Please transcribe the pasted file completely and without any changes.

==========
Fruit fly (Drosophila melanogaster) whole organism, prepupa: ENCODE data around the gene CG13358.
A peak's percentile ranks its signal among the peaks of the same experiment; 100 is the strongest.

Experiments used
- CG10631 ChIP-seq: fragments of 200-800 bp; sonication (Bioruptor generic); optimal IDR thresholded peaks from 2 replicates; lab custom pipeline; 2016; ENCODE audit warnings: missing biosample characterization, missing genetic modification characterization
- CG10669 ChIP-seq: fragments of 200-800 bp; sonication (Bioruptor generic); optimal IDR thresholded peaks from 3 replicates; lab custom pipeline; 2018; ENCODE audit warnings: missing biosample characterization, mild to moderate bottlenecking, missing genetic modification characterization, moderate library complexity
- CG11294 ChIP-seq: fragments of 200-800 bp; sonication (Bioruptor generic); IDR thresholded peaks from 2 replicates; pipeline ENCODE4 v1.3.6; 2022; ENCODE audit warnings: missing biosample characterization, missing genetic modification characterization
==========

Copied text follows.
Fruit fly (Drosophila melanogaster) whole organism, prepupa: ENCODE data around the gene CG13358.
A peak's percentile ranks its signal among the peaks of the same experiment; 100 is the strongest.

Experiments used
- CG10631 ChIP-seq: fragments of 200-800 bp; sonication (Bioruptor generic); optimal IDR thresholded peaks from 2 replicates; lab custom pipeline; 2016; ENCODE audit warnings: missing biosample characterization, missing genetic modification characterization
- CG10669 ChIP-seq: fragments of 200-800 bp; sonication (Bioruptor generic); optimal IDR thresholded peaks from 3 replicates; lab custom pipeline; 2018; ENCODE audit warnings: missing biosample characterization, mild to moderate bottlenecking, missing genetic modification characterization, moderate library complexity
- CG11294 ChIP-seq: fragments of 200-800 bp; sonication (Bioruptor generic); IDR thresholded peaks from 2 replicates; pipeline ENCODE4 v1.3.6; 2022; ENCODE audit warnings: missing biosample characterization, missing genetic modification characterization